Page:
Producing content for a non-traditional publisher is hard. For a start, consumers still don’t trust content produced by non-traditional publishers. They see it as advertising and this is one huge hurdle in itself.

Having taken the jump from working in online journalism for traditional publishing houses two years ago, to working for a non-traditional publisher (, it has been, at times, a challenge, though I do like a challenge.

I actually really love what I do, and think I’m lucky to have a profession where I can honestly say I have never clock watched, the only exception being when I was a journalist for a metal publication writing about stainless steel. Yes, I really did that.

It’s more than getting the buy-in for content

Getting the buy-in for content can be tough but then there are still many more challenges to contend with, and the one that gets me most is the old quality vs quantity content debate.

Frankly, I’m shocked it still comes up.

I feel really strongly about it but not everyone in the marketing industry agrees.

To explain, say you’re faced with two options; what do you go for? Do you churn out four or five blogs or articles a day by grappling round the web doing a cut and paste job from various websites and sources.

Or you produce two articles a day, make all the content 100% original, make it multi-media so not just copy-based and produced all in-house, which option would you go for?

I’m curious, so please share your opinion at the end.

Don’t churn it out unless the quality stands up

I know what I believe is best practice and I am strong in my conviction. But from time to time there’s someone who thinks that content is about churning it out, by lifting it from the web or regurgitating press releases.

If that was what it was about, my job would be so easy, but this approach certainly wouldn’t do much for my professional reputation.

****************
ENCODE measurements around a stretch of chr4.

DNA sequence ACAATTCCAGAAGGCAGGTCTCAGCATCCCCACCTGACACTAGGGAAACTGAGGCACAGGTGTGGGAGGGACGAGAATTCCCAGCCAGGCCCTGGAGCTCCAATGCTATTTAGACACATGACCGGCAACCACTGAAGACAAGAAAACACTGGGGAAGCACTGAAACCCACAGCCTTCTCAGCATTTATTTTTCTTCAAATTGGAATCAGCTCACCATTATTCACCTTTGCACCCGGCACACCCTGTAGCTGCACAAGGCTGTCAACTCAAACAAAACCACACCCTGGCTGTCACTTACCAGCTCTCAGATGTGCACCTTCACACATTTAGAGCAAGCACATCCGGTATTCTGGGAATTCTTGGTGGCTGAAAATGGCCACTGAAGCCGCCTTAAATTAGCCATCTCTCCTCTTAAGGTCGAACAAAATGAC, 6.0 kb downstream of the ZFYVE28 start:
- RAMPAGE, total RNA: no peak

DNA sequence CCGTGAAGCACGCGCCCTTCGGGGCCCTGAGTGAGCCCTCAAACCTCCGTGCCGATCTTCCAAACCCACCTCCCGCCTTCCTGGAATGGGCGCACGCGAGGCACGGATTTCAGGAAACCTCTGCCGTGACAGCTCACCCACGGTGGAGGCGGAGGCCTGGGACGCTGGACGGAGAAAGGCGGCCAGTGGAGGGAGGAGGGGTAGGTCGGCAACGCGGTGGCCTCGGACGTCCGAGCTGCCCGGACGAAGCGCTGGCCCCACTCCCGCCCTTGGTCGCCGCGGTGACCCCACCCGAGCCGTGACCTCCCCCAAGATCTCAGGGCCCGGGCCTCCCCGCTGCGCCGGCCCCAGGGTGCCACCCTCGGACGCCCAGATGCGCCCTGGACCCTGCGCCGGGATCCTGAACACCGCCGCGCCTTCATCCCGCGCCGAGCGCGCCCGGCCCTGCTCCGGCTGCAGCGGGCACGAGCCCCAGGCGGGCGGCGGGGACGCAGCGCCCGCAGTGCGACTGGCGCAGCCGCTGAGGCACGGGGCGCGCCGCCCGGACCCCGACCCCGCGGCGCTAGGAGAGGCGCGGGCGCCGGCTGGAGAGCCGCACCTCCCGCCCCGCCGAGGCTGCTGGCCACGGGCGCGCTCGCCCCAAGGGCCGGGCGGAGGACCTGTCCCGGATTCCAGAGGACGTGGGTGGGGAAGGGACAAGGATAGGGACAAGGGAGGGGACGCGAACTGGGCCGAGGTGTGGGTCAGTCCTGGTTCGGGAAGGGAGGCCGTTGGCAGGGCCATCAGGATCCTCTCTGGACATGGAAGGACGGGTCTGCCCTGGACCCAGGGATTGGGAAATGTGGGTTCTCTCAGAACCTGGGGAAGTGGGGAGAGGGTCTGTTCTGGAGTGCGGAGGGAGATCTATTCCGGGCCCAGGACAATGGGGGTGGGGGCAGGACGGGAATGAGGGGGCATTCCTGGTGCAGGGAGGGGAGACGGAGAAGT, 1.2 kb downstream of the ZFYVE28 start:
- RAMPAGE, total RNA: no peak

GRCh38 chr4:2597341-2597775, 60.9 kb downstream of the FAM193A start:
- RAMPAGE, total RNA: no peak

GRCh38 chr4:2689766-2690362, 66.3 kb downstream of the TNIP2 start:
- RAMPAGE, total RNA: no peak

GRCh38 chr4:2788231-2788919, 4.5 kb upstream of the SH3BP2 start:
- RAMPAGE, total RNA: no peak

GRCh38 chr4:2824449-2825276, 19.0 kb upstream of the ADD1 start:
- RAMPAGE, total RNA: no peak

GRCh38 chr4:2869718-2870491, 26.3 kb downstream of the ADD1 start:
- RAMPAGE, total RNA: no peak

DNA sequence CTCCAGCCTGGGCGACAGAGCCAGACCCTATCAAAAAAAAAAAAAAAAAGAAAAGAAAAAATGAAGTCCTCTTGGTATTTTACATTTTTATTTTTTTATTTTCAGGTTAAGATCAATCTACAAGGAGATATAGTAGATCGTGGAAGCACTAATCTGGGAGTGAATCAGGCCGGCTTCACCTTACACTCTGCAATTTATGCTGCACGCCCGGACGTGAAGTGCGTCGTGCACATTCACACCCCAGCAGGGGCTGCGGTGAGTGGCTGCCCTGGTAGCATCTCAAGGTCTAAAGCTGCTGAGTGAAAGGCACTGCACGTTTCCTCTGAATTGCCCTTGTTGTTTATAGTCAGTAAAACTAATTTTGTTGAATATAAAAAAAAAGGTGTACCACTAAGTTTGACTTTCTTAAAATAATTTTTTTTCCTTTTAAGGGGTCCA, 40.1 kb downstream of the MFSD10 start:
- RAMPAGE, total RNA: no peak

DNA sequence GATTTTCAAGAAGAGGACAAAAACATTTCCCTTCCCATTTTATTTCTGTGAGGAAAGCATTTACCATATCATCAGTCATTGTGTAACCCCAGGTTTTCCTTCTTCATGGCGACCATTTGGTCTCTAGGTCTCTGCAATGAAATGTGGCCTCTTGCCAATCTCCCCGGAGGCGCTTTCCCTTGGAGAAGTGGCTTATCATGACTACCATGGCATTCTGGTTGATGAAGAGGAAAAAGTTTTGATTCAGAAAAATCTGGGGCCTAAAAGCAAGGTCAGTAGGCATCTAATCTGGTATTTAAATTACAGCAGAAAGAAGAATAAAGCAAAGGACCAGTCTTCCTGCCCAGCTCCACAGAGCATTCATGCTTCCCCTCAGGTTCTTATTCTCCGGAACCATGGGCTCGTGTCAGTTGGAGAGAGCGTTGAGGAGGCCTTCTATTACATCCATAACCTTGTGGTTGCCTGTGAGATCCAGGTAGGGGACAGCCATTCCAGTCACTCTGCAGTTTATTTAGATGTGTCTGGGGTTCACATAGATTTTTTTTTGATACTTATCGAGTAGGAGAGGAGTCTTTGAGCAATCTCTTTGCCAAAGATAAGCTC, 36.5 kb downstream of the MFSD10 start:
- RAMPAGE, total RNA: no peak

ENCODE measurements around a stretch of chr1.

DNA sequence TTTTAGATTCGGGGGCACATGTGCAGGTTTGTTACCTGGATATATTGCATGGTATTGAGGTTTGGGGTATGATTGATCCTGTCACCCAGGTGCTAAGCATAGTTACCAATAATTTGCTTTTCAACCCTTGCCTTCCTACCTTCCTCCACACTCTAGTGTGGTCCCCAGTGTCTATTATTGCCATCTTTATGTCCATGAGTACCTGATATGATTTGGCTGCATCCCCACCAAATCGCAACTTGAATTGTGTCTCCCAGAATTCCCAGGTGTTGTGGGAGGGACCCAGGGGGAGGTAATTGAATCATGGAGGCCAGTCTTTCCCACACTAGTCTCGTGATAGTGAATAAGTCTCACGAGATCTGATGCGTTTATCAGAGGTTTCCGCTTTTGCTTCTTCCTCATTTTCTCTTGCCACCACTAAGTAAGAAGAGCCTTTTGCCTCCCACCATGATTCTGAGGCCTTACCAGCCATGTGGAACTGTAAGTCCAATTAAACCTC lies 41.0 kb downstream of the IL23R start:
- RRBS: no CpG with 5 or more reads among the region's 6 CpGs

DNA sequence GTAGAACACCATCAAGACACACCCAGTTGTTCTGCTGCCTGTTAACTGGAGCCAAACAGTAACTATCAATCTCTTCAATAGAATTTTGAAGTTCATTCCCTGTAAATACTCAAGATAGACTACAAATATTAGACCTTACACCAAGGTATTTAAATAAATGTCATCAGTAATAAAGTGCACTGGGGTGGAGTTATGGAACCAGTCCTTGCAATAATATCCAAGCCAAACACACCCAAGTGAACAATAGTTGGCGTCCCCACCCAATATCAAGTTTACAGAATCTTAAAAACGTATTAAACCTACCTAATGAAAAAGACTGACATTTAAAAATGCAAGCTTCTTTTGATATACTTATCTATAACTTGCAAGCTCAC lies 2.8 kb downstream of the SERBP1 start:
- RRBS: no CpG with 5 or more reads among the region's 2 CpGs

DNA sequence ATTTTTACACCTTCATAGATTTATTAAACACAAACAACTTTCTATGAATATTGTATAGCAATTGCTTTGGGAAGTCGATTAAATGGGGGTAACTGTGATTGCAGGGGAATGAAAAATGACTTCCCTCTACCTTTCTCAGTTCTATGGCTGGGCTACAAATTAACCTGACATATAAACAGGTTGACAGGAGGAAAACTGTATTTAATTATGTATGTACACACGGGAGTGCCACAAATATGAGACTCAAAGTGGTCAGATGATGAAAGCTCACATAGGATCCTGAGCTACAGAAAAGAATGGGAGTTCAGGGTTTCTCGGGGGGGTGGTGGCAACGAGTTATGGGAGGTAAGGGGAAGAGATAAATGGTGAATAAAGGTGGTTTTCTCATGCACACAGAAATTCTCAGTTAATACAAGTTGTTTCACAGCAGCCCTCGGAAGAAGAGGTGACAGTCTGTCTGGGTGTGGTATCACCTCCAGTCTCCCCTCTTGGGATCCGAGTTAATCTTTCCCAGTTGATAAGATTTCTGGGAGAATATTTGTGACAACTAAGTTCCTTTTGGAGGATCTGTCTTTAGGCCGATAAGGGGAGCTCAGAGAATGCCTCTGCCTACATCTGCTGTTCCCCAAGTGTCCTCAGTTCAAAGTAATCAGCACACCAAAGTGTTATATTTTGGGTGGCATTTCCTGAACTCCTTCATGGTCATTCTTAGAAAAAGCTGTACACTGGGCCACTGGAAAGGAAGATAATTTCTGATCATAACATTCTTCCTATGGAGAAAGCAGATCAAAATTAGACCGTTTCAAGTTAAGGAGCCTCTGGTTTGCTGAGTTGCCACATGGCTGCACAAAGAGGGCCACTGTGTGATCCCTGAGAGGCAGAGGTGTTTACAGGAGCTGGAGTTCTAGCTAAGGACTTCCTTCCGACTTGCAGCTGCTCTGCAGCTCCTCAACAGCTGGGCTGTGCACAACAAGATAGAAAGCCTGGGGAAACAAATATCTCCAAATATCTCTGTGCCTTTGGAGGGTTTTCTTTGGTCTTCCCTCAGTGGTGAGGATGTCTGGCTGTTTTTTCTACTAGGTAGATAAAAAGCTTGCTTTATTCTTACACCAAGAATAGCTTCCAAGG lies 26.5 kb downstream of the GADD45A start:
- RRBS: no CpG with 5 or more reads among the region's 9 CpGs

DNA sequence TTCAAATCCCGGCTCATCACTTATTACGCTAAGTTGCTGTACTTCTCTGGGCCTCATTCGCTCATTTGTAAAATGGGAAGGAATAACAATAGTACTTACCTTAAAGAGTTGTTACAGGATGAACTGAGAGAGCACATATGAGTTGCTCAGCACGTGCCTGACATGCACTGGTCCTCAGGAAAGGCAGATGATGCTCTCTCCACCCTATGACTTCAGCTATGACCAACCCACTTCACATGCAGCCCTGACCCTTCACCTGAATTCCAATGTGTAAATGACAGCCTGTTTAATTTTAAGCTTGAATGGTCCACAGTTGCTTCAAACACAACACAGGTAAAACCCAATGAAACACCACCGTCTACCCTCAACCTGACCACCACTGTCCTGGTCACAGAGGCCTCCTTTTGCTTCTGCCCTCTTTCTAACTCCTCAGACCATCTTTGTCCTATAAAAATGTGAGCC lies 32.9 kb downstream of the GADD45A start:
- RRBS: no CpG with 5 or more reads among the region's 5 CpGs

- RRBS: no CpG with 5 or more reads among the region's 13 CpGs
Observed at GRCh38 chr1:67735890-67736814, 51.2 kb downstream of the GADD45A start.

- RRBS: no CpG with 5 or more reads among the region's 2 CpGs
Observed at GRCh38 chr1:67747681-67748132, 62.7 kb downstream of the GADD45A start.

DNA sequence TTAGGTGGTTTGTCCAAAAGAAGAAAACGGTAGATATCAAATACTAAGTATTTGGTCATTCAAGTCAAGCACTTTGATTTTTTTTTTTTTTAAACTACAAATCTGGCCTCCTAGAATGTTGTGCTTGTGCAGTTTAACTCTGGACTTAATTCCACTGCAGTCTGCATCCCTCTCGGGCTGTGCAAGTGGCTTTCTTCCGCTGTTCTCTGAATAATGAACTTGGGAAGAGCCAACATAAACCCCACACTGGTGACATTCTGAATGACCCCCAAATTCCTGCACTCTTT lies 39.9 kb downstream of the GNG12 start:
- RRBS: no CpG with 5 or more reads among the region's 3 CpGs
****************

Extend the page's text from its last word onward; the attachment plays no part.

What this leads me to, is my declaration that producing content for a non-traditional publisher is hard. For a start, consumers still don’t trust content produced by non-traditional publishers because it’s not yet the norm. 

One more challenge is convincing others about its value. It is a leap of faith for non-traditional publishers to invest in content, but a leap that is so worthwhile. But perhaps the biggest challenge is convincing online businesses that they have to think and act like publishers, because these days, that’s really what we all are.

For a start, this means not just producing content that is average and ticks a box, but it has to at least match or exceed the standard you would expect from any national paper or website.

It also means not churning it out, unless of course you can guarantee to maintain quality. If you have the money and resource to do quality and quantity, then you’re onto a winner.

Are the times changing?

Thinking like a publisher is still not the norm for many businesses and it may go against what your commercial instincts tell you. As a result, there are misunderstandings about what content and brand journalism actually is in practice.

Really, it’s about delivering compelling content that helps your customers, informs them, entertains them and builds rapport with them so that in the end you gain their trust and win and retain their custom.

This made me smile. It was the simplest sign that as an industry, we are getting there.

A quick Google search for ‘brand journalism’ made me see there are more and more people discussing and advocating it and it was this simple discovery that restored my faith.